Find Joinery Apprenticeships

Want to find out what joinery apprenticeships are really like? Have a read of over 40,000 student-written reviews.

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How long is an apprenticeship for a joiner?

Level 2 joinery apprenticeships will take between 18 months to two years to complete. Then you’ll move on to Level 3, which will take another 12-15 months. So expect to be in training for around three years.

You’ll spend around four days on the job in a workshop or on-site, and you’ll have one day in college. It’s also a good idea to remember that you’ll likely put in some long day hours and have to work a Saturday once in a while.

How do I become an apprentice joiner?

Entry requirements for joinery apprenticeships vary between employers. You’ll need to be 16 years old to do an apprenticeship.

Usually, you’ll need…

  • Two or more GCSEs at grades 9 to 3 (A* to D), or equivalent, for a Level 2 apprenticeship

  • Four or five GCSEs at grades 9 to 4 (A* to C), or equivalent, for a Level 3 apprenticeship.

If you’ve left school without GCSEs, that’s totally fine. Some employers will take on apprentices that might not have the above. However, you’ll need to do a maths and english assessment during your apprenticeship.

You might also need to have or be in the process of getting a driver’s licence. 

Decided to embark on a career in joinery? Great, that means it’s time to search and apply! You might not have the experience yet. However, that doesn’t mean that your existing skills won’t be taken seriously.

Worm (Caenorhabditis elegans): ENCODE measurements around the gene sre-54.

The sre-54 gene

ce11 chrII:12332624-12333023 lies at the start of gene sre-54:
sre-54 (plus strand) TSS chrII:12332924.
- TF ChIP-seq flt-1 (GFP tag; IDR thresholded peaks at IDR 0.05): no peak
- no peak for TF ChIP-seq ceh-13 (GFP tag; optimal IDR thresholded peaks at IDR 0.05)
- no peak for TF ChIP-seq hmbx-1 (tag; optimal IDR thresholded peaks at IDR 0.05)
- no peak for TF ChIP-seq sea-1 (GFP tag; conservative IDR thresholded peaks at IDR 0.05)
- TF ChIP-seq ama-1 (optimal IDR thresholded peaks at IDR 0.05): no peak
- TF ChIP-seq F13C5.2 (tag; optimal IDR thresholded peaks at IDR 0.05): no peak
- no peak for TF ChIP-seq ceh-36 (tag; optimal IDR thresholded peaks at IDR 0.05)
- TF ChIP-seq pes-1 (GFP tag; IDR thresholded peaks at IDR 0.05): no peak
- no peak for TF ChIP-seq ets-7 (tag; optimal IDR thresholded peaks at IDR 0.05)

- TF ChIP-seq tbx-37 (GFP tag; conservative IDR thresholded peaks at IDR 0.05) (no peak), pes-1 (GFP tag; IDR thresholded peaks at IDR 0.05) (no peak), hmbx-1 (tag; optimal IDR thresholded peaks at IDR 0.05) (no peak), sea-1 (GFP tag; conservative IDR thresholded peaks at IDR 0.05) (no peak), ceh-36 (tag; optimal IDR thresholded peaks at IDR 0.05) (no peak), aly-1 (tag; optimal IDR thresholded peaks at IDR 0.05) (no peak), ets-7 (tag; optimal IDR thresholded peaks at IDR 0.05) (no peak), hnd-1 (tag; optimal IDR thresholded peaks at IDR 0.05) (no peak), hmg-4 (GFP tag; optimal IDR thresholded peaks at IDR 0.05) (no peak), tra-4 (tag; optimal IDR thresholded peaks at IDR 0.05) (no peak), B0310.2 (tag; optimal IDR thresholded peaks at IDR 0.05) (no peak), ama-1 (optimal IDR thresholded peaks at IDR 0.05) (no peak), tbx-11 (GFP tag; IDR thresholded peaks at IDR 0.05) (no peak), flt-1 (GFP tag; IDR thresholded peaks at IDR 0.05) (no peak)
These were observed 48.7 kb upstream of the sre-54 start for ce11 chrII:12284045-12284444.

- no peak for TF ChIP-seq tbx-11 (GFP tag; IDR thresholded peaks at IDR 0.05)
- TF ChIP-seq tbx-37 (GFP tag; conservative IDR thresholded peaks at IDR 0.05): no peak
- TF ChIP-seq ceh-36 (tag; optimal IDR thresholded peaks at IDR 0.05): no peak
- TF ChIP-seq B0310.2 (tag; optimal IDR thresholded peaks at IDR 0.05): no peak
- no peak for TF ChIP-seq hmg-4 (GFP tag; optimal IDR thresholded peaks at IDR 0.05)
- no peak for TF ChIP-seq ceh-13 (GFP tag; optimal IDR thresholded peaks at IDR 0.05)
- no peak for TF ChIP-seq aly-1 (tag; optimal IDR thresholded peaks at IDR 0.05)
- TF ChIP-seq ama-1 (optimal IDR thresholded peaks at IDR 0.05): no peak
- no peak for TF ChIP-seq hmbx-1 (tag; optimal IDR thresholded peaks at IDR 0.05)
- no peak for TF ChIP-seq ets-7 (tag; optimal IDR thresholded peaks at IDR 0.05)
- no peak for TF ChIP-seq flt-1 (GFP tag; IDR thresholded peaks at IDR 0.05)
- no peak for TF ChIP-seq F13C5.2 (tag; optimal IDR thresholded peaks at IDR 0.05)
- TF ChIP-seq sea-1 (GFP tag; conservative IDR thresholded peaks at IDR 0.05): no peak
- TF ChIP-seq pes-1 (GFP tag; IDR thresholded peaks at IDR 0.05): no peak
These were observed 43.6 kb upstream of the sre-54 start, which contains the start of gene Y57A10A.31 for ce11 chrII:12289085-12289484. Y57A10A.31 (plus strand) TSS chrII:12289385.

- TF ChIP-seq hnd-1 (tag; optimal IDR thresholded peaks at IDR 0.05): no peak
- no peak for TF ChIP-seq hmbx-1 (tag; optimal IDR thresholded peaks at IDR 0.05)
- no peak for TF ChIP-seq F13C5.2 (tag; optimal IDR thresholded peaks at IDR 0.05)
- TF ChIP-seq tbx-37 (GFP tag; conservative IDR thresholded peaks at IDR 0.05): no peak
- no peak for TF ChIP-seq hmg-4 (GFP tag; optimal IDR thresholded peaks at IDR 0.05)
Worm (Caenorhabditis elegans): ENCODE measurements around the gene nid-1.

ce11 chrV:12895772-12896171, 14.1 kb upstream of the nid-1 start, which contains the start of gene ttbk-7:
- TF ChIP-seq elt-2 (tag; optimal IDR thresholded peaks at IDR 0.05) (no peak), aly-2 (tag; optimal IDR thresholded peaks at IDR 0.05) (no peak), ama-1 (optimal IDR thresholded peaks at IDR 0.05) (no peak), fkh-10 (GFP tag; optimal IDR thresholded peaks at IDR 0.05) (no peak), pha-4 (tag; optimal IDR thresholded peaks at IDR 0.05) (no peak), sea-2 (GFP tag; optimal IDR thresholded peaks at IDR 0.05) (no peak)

Despite being a specific trade, there are loads of soft skills that a joinery employer will look for. So make sure to include examples of the following in your application…

  • Good communication

  • Time management

  • Precise/attention to detail

  • Physical strength and stamina

  • Problem-solving

  • Communication skills

  • Creativity

  • Customer service.

It helps if you’re really good at Design & Technology at school. If you’ve managed to make bits that have joins, don’t throw them. Take photos and add them to a portfolio. Employers love to see the relevant projects you’ve been involved in and out of education.

How much does an apprentice joiner get paid?

As a base level, apprentices will earn a National Living Wage of £5.28 per hour. However, employers tend to pay their apprentices well above that rate.

How much, though, depends completely on the employer so you’ll need to do your research when you start your job hunt.

The average salary for an apprentice joiner ranged anywhere between £20,000 and £26,000 per year.

Is joinery a hard trade?

In short, yes. If you don’t like carrying the laundry basket from your room to the washing machine, you won’t enjoy joinery.

Joinery involves a lot of heavy lifting, using complicated tools and spending time on your feet. So you’ll need to be somewhat fit, especially if you’re a site joiner where you’ll be working on construction sites.

On top of that, you’ll need to be comfortable with heights if you’re a site joiner, as you’ll work on ladders or rooftops.

Joinery also requires attention to detail as you’ll be dealing with a lot of small parts and intricate joinings, so if you’re anything like Jennifer Lawrence - put the parts down, immediately.

Meet Aiden, an Apprentice Joiner at Ayrshire College, and find out all about what he does in his apprenticeship.

Are joiners in demand in the UK?

Yes! We won’t bore you with all the stats, but a report from Rated People showed that we couldn’t get enough carpenters and joiners in 2021 as businesses saw an increase in demand - 83%, to be exact.

Joiners are very much in demand, and the good news is, there’s room for loads more to join (literally). So, you’ll likely walk right into a job after your apprenticeship. 

Go on, what are you waiting for? Kick-start your career in joinery today.